English lions issued 1997, 2002. Three lions statant passant (standing on all four feet, facing spectator).


Elizabeth II £1 Royal Beasts issued 2016.

Depicts the Royal Beasts of the four nations around a representation of the Imperial State Crown.

The beasts are crowned English lion, Scottish unicorn, Welsh dragon and Northern Ireland stag.

The beast of NI is shown as a stag as advised by the RM Advisory Committee. The original design showed an Irish elk. The Coat of Arms of NI, granted in 1924 after the Irish Free State had separated from the UK, had an Irish elk to the left of the shield. When the NI government was prorogued in 1972 the arms went out of official use. The grant has not been rescinded and, as the body to which the arms were granted no longer exists, an elk could not be used.


RAF Badge £2 issued 2018.
The badge features an eagle volant (flying), head affronty, lowered and to the sinister (facing spectator's right).


St George slaying dragon - horse rearing, dragon couchant regardant (lying down, looking back).

Crowns (5/-):
George III issued 1818-20.
George IV issued 1821-22.
Victoria issued 1887-1900.
Edward VII issued 1902.
George VI Festival of Britain 1951.

George V crown issued 1935 Art Deco design.

£5 coins: -
Prince George's birth 2013.
Prince George's 2nd birthday 2015.
Prince George's 5th birthday 2018.


One of the Tower of London series £5 coins issued 2020.
Three lions passant gardant (walking, facing spectator) coming through a Roman arch window.


Queen's Beasts £5 series dated 2017-21.
When the Queen was crowned on 2 Jun 1953, ten plaster statues were created to form a guard of honour at the entrance to Westminster Abbey. The series covers all the beasts but the depictions are in variance to the actual statues.

Lion of England - crowned, attitude counter-rampant (standing on hind legs, facing the spectator's right) and roaring. Dated 2017.

Unicorn of Scotland - attitude salient in trian aspect (rearing on hind legs, facing the spectator's left at an angle), armed and crined (hoofed and maned), gorged (collared) with a coronet with a chain affixed thereto reflexed over the back. Dated 2017.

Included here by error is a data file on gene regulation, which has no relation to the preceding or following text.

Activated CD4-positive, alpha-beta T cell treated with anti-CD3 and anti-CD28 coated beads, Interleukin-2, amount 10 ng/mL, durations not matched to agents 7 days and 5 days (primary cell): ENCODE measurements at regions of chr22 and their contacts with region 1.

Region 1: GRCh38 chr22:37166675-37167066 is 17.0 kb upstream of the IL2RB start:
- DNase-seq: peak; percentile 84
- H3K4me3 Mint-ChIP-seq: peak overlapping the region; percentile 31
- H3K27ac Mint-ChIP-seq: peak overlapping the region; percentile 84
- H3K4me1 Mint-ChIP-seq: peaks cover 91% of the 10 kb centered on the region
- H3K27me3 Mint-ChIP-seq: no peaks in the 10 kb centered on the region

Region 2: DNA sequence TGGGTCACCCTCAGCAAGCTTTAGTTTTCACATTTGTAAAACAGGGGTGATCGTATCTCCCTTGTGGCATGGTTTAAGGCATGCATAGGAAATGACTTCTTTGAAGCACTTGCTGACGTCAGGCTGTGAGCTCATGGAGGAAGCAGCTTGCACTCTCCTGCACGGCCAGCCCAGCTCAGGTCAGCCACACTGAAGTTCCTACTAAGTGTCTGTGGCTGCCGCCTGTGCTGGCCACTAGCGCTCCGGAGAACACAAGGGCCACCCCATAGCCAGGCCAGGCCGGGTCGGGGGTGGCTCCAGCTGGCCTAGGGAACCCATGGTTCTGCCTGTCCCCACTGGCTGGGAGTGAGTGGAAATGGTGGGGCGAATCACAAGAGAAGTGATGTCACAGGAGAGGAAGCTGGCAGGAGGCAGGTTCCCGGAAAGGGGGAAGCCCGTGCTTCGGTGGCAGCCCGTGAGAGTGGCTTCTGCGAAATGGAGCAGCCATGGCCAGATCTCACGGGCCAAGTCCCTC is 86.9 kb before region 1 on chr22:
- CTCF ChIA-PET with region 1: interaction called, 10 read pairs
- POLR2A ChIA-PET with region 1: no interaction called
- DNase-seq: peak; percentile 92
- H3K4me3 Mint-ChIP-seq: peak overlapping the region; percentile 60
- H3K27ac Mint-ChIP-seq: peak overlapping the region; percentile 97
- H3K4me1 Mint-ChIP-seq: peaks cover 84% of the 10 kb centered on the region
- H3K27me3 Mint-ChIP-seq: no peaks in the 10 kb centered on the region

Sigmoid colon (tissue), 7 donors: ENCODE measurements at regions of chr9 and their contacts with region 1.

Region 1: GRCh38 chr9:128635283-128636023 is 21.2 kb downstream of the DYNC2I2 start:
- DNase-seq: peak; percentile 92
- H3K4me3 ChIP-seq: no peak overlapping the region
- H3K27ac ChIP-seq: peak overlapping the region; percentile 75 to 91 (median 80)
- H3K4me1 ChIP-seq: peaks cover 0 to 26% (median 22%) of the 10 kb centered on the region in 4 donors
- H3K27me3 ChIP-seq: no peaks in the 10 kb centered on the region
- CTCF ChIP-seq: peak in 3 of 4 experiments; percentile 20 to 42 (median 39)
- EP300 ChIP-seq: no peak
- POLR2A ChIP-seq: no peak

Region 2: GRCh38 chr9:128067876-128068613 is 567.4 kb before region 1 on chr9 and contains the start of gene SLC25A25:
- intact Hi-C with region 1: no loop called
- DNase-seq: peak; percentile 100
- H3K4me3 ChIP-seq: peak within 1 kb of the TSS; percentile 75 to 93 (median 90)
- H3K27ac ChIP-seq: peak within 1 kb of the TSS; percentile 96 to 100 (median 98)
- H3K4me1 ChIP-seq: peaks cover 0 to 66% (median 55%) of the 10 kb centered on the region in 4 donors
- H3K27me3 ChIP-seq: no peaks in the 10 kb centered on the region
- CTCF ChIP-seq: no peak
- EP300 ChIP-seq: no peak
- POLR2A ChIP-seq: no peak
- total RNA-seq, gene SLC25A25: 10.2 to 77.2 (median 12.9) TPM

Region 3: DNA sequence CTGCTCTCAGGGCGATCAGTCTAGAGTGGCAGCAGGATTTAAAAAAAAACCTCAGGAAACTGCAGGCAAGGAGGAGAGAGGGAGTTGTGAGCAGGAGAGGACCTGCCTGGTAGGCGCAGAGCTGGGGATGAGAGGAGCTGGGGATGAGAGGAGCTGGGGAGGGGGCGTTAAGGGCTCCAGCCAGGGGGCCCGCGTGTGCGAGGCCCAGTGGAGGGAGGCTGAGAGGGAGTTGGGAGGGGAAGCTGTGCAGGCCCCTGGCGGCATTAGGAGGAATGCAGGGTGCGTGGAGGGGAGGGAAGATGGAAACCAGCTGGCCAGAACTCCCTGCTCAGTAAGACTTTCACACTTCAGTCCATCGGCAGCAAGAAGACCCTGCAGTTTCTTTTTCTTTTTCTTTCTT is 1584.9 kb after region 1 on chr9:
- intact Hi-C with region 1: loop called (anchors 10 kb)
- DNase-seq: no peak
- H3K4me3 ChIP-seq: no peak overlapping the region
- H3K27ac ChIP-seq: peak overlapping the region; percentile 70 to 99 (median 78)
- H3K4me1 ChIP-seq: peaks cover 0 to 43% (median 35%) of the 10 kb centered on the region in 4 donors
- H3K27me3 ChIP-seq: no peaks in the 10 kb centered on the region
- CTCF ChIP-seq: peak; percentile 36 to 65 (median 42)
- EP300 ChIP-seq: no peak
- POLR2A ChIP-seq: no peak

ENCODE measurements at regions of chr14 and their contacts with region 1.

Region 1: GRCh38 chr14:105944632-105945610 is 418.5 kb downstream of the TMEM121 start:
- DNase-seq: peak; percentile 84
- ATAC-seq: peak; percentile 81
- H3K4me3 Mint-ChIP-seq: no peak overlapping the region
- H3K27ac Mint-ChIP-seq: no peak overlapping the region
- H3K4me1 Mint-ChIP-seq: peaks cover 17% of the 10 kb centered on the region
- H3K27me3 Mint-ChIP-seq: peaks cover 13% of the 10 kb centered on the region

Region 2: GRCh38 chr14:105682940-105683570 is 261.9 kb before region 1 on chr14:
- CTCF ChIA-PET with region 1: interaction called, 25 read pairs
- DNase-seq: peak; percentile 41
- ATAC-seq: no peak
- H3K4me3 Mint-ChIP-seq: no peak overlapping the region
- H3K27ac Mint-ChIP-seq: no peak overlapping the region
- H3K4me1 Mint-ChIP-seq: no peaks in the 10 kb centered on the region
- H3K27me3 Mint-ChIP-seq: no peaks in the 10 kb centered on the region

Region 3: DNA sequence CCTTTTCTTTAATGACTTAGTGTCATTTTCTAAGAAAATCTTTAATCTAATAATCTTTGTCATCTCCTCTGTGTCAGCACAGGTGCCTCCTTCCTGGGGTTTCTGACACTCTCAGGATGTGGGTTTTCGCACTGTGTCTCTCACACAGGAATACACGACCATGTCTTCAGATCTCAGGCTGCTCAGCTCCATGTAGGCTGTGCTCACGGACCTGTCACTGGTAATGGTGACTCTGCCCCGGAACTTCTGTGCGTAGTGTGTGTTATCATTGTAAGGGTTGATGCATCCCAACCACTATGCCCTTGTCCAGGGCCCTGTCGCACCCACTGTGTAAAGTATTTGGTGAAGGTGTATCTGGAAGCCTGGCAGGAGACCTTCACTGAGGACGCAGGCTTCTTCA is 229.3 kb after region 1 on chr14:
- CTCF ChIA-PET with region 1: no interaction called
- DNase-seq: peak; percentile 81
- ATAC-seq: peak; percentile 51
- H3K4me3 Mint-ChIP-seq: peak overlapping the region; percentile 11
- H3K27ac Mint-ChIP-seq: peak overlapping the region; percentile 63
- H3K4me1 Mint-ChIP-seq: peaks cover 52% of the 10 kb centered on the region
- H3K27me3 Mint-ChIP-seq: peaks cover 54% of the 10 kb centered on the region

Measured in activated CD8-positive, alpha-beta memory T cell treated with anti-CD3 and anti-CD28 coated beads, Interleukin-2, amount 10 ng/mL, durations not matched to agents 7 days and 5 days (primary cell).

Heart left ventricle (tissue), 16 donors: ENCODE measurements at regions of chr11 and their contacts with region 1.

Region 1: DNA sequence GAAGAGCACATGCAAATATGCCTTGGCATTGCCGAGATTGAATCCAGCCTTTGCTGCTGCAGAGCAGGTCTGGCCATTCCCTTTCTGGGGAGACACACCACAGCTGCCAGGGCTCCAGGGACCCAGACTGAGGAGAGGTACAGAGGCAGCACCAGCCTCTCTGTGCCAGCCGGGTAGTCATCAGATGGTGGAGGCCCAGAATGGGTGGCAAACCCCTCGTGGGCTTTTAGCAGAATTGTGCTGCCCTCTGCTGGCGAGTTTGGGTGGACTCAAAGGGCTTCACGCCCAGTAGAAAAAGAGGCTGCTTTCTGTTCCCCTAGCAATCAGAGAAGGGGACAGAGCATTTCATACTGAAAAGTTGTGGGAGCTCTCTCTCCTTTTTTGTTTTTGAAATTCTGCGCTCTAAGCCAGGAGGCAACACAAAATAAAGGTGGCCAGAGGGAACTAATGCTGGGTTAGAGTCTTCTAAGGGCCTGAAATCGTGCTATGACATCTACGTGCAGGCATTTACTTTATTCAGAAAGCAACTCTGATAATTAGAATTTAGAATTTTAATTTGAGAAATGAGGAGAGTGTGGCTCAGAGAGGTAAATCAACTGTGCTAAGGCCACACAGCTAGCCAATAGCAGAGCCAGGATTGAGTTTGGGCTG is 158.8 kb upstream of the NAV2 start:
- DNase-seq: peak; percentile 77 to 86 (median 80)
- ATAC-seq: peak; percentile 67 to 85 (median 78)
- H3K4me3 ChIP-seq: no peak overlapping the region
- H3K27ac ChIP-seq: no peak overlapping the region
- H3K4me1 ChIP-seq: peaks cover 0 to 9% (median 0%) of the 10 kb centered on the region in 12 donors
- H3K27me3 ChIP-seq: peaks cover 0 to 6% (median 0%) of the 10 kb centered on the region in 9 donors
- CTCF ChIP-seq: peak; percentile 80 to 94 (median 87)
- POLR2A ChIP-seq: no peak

Red Dragon of Wales - depicted as a wyvern (dragon with two legs) rampant (upright) resting upon its tail with its wings endorsed (thrown back). Dated 2018.

Black Bull of Clarence - attitude counter-salient in trian aspect (rearing on hind legs, facing the spectator's right at an angle). Dated 2018.

Falcon of the Plantagenets - attitude perched to the dexter (upright, facing the spectator's left), wings disclosed (open but pointing downwards). Dated 2019.

Yale of Beaufort - attitude salient (rearing on hind legs, facing the spectator's left). A yale is a mythical beast with characteristics of a goat, in the case of the Beaufort Yale, with tushes of a boar, and strewn with bezants (roundels). Dated 2019.

White Lion of Mortimer - attitude sejant erect contourné (seated on its haunches, with body erect and both forepaws raised, facing the spectator's right). Dated 2020.

White Horse of Hanover - attitude salient contourné (rearing on hind legs facing the spectator's right). Dated 2020.

White Greyhound of Richmond - collared, attitude counter-salient regardant (rearing on hind legs, looking back to spectator's left). Dated 2021.

Griffin of Edward III - attitude wings displayed (spread out) and elevated. A griffin is a hybrid mythological beast with the head and wings of an eagle and the body of a lion. Dated 2021.
In British heraldry a griffin's wings are never shown closed. The winged griffin is female, because in British heraldry a male griffin, aka keythong or alce, is shown with spikes (depicting sun rays) on its back instead of wings.